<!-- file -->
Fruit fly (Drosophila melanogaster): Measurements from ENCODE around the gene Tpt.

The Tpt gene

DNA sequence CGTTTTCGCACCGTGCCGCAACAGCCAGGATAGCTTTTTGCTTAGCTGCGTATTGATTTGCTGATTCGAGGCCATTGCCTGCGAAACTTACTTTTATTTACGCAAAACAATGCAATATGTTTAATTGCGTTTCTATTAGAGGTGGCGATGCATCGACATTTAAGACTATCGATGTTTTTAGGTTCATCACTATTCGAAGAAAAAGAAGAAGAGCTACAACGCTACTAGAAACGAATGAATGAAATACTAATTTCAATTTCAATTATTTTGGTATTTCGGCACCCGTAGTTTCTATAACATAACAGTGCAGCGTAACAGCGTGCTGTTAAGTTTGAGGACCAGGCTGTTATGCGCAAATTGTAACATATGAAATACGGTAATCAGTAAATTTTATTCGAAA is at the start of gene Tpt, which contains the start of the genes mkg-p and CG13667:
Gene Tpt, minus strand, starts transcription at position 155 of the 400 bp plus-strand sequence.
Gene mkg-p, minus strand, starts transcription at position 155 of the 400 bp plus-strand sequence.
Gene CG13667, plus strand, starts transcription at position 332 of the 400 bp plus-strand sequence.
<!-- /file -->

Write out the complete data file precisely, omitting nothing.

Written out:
Fruit fly (Drosophila melanogaster): Measurements from ENCODE around the gene Tpt.

The Tpt gene

DNA sequence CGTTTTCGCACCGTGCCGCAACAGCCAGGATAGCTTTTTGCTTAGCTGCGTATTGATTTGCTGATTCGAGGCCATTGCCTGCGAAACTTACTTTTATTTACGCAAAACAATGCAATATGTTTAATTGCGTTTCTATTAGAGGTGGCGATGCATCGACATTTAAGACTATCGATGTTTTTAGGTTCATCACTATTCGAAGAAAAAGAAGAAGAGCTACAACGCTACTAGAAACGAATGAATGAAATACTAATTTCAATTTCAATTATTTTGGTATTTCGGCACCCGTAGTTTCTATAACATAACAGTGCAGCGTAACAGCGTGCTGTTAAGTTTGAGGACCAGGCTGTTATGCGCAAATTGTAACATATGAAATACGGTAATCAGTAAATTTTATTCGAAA is at the start of gene Tpt, which contains the start of the genes mkg-p and CG13667:
Gene Tpt, minus strand, starts transcription at position 155 of the 400 bp plus-strand sequence.
Gene mkg-p, minus strand, starts transcription at position 155 of the 400 bp plus-strand sequence.
Gene CG13667, plus strand, starts transcription at position 332 of the 400 bp plus-strand sequence.